Thy Kingdom Come – a wave of prayer across the community
Biddy Collyer talks about the premise behind Archbishops of Canterbury and York’s prayer initiative and shares how churches in the Diocese took part.
My Sunday School teacher was called Mrs Chapman. I still remember her lifting me onto her lap so that she could help me stick the pictures of Jesus into my little book. Looking back, I am convinced that she would have regularly prayed for me to know Jesus. It took some years before her prayer was answered, but I am so grateful that it was.
That is the basic premise behind the Archbishops of Canterbury and York’s prayer initiative, “Thy Kingdom Come” (TKC). It is for us to pray for our friends, family, neighbourhood to come into the Kingdom of God. Starting small in 2016, it has spread across the world with now 85 countries taking part and deliberately concentrating on praying in this way between Ascension Day and Pentecost.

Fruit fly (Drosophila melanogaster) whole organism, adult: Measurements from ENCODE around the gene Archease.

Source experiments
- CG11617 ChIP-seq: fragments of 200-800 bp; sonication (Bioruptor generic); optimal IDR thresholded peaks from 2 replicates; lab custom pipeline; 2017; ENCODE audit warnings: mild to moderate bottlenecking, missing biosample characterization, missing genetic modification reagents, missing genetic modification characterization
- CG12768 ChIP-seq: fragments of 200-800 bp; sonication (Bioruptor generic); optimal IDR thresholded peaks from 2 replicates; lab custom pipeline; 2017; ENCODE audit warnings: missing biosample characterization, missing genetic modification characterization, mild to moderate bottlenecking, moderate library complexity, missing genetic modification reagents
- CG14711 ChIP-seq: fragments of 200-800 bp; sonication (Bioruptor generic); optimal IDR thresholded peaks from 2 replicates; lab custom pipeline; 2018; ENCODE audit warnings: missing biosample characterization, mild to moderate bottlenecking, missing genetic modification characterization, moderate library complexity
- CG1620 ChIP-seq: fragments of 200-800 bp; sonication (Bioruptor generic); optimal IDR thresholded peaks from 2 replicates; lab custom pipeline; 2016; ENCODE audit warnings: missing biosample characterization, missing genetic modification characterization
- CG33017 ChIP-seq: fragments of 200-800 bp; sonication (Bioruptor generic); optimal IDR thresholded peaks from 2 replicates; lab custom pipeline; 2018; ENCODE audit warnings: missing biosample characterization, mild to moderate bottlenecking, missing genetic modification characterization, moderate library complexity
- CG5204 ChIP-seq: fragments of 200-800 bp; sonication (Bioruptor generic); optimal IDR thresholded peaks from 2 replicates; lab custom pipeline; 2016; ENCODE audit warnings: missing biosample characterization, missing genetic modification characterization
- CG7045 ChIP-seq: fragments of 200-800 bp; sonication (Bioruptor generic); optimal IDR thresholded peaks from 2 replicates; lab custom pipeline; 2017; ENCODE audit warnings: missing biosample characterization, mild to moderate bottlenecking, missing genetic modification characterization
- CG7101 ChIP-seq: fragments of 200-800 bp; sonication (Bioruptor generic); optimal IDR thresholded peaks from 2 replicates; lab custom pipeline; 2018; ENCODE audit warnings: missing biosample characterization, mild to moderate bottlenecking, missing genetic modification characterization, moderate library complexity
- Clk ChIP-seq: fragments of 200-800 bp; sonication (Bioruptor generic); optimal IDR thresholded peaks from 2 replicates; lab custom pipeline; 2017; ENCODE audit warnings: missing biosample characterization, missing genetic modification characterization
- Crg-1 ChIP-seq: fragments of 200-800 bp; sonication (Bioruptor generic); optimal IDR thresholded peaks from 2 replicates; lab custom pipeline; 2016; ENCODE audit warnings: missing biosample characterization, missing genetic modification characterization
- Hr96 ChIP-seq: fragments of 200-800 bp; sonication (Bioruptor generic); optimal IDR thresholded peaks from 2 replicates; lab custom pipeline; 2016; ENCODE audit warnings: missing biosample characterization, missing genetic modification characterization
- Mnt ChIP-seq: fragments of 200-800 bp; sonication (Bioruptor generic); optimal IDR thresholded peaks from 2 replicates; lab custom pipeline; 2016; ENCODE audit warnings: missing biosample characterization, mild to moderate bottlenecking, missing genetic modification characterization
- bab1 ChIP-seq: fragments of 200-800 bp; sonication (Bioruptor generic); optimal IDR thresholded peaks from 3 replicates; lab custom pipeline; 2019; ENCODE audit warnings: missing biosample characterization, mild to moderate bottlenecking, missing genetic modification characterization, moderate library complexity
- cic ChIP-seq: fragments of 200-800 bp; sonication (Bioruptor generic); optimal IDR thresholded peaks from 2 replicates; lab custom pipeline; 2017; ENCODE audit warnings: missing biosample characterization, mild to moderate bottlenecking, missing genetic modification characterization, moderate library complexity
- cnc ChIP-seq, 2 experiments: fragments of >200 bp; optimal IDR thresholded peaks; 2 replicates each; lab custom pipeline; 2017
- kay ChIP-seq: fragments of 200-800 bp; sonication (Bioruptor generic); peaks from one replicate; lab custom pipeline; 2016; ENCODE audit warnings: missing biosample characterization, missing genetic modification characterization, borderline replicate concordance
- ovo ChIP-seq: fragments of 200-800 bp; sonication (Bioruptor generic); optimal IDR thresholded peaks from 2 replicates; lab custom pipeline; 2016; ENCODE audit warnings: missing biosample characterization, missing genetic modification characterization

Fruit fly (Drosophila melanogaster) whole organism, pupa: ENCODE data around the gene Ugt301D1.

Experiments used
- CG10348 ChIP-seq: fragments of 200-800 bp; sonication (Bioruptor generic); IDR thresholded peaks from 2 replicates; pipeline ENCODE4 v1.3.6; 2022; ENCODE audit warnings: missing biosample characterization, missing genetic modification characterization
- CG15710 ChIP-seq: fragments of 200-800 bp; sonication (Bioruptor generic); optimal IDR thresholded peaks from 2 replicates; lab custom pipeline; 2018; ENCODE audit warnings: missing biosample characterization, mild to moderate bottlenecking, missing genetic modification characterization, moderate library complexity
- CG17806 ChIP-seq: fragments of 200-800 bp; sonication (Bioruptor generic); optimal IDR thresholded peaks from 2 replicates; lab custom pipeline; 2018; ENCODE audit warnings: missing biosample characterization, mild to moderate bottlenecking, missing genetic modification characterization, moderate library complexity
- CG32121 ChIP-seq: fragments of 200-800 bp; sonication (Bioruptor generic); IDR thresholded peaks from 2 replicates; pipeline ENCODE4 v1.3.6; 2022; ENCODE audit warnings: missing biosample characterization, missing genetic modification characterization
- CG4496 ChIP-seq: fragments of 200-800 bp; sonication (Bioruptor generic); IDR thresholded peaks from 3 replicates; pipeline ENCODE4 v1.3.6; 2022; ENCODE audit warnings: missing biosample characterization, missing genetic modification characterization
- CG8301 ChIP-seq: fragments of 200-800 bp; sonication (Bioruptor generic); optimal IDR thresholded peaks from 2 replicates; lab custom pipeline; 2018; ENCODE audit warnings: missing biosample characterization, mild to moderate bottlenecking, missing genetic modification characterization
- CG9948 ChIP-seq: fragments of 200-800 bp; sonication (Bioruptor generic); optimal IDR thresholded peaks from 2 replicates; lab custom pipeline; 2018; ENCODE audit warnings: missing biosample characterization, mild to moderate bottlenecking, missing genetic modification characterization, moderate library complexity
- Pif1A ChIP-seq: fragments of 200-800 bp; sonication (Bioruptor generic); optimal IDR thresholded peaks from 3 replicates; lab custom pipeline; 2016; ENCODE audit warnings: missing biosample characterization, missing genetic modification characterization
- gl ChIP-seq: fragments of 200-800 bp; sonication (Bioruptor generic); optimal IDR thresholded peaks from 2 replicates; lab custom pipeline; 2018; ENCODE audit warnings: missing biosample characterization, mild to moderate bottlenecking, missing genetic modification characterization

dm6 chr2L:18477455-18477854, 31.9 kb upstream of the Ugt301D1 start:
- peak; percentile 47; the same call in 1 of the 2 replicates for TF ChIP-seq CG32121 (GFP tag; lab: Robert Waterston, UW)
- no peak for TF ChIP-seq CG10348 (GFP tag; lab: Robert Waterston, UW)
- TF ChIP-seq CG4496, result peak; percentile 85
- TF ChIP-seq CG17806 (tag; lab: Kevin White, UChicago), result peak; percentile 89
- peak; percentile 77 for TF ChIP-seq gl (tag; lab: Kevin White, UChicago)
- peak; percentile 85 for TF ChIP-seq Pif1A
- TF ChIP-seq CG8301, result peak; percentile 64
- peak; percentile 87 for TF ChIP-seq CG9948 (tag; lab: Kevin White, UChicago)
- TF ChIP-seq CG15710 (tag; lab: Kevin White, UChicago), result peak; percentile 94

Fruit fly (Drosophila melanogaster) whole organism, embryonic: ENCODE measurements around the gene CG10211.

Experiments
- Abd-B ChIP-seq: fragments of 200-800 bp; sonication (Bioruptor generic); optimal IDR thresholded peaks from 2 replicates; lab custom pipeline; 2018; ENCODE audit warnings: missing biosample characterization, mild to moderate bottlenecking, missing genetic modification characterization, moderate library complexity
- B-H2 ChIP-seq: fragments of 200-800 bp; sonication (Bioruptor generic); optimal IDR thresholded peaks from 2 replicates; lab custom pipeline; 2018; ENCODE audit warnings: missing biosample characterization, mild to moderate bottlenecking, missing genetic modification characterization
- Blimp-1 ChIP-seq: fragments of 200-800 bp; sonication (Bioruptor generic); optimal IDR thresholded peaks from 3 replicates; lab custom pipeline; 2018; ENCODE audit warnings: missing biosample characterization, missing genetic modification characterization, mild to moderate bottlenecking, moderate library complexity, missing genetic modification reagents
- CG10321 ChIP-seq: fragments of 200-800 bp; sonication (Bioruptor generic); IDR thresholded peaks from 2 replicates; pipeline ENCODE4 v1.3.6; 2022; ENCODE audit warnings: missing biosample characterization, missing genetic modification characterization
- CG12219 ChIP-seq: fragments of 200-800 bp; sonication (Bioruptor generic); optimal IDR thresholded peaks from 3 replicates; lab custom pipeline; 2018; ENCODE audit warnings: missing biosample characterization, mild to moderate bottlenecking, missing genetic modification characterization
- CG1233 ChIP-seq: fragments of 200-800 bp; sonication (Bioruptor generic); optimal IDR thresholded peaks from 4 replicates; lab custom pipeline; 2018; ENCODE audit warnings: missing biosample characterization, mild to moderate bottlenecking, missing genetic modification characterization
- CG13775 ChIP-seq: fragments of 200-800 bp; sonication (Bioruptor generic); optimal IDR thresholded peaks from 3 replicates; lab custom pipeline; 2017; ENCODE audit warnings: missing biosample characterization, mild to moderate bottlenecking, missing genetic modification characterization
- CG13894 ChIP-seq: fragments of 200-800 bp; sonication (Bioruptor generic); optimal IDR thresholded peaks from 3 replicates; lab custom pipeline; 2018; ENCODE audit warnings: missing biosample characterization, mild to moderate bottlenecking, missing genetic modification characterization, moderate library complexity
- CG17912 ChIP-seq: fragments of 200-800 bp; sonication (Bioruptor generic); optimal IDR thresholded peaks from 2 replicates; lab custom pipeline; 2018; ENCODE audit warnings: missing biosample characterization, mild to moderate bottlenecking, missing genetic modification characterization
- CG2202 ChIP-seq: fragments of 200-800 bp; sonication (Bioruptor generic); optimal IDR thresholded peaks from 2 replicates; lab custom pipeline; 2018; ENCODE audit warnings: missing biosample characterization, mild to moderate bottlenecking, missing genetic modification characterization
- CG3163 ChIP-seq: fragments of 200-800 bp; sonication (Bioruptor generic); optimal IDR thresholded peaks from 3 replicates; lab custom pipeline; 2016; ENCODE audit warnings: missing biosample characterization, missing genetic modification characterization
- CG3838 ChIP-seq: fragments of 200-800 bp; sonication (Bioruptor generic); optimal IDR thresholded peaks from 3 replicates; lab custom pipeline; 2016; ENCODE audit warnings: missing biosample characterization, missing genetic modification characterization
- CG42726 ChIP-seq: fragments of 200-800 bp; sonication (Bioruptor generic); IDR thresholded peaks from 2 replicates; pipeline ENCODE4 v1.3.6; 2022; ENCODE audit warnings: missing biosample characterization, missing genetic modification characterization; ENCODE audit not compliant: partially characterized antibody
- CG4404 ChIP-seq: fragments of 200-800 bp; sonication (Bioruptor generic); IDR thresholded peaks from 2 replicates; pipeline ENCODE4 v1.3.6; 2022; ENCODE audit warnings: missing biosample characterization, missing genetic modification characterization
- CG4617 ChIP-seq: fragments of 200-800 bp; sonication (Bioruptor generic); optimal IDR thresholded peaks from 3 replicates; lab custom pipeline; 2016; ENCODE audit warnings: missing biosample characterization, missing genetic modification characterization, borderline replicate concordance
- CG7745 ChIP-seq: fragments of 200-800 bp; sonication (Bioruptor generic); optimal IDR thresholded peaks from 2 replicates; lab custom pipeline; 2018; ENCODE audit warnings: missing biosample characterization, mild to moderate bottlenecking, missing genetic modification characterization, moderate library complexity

Last year, 85 per cent of Church of England parishes took part, as well as those from other denominations. Among that number were many in our own Diocese.
Beacon events led the way
The 11 days started on Ascension Day with Beacon services in Norwich Cathedral, and Great Yarmouth and King’s Lynn Minsters. Funding was obtained to provide a candle for each parish, 642 in all. Fearful that they may have over-ordered, what joy when all but ten were distributed that night. Designed by Canon Andy Bryant, they became a forest of light at the service in Norwich, reminding those present that they are not alone, but part of the world-wide body of Christ. The Bishop of Norwich led the procession out of the West Door onto the Upper Green, where a band from St Thomas’s Norwich were playing. This was followed with a finale of fireworks, lighting up the whole city.